Every January — for the last six years — The Diplomat’s monthly magazine cover story has featured a full cast of brilliant writers (and humble editors) trying to think ahead and offer our readers guidance on what to expect in the coming year. Since the inception of this annual tradition in January 2015, I’ve stressed that it is not an exercise in prediction. Last year in that vein, I wrote, “It’s not prognostication; we don’t pretend to be able to predict the future. It is, however, an exercise in attention and expectation.”
No year has challenged our attention and expectations like 2020, but some things have not changed: I remain a big fan of accountability and as such will now commence my annual look back at my own efforts at foresight.
But first, a necessary caveat: The January issue of The Diplomat’s magazine is compiled in late December each year. As such, when we were putting together the January 2020 issue, the coronavirus was merely a rumble of rumors out of Wuhan about a bad new flu. We did not know quite what was coming.
So, how did I do?
For my three “things to watch” I directed attention to the politics of transition in Tajikistan and Kazakhstan, dissent broadly across the Central Asian region, and the dynamics between Russia and China in Central Asia.
On the first expectation, I urged readers to “Pay attention to the politics of transition in Central Asia” in 2020, with Tajikistan’s parliamentary and presidential elections in mind and eyes also on Kazakhstan in its pseudo-post-Nazarbayev state. Tajikistan did not, as many of us expected, undergo the political transition hinted at by the state’s machinations, namely the 2016 lowering of the age to be president to 30 and the continued rising prominence of President Emomali Rahmon’s son, Rustam Emomali. “Having watched political transitions across the region unfurl, Rahmon is likely hoping to avoid Kyrgyzstan’s complete democratic mess and the unease that Kazakhstan’s unexpected managed transition unleashed,” I wrote for the January 2020 issue and I broadly stick by that. The coronavirus, which Tajikistan was late to admit the prevalence of, dealt the country a considerable economic blow — not exactly a good moment to pass the torch of leadership. Rahmon instead has undertaken another seven-year term, buying plenty of time for a better moment. Meanwhile, Rustam Emomali’s rise has continued. In April 2020, he was elected chair of the upper chamber of the country’s parliament, putting him officially second in line for the presidency. All Rahmon has to do is pull a Nazarbayev and resign and his son becomes president.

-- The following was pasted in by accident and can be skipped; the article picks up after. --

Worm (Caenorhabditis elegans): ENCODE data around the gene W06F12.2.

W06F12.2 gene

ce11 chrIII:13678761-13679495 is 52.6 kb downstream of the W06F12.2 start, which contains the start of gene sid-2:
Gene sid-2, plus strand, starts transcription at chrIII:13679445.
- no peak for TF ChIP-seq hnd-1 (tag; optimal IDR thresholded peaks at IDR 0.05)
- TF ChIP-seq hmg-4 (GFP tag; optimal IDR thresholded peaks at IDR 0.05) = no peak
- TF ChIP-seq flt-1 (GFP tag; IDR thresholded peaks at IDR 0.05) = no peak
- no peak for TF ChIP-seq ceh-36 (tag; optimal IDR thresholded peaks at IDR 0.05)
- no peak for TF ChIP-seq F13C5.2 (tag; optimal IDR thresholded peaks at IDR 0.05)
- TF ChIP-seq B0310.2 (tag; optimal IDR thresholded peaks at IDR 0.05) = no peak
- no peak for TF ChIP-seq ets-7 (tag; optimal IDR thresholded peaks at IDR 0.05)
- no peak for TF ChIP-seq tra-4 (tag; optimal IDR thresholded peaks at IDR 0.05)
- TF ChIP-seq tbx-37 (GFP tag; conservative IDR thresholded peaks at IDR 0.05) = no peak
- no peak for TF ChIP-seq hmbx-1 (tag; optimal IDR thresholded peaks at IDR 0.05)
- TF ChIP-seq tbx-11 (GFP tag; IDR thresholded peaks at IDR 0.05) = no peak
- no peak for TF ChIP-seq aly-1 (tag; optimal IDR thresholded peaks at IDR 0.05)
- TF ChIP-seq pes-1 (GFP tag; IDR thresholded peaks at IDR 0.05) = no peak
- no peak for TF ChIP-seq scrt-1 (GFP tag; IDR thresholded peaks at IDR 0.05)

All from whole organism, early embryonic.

Kazakhstan also took an interesting turn, arguably due to the coronavirus. I’d urged readers to watch and judge how much power President Kassym-Jomart Tokayev wielded in practical terms. At the time, Dariga Nazarbayeva, Nazrabayev’s daughter, was chair of the Kazakh Senate, making her second in line to the presidency. But only a few months later, in May 2020, she left the post and the Senate — no reasons given. Indeed, in 2020 the Nazarbayevs laid relatively low. My pet theory is that in the face of a crisis like the coronavirus, distance from power is useful because it provides distance from responsibility. As we move into 2021, Nazarbayeva is on the list of candidates put forth by Kazakhstan’s ruling party, Nur Otan, headed still by Nazarbayev, for the upcoming parliamentary election slated for January 10. She could end up exactly where she was a year ago.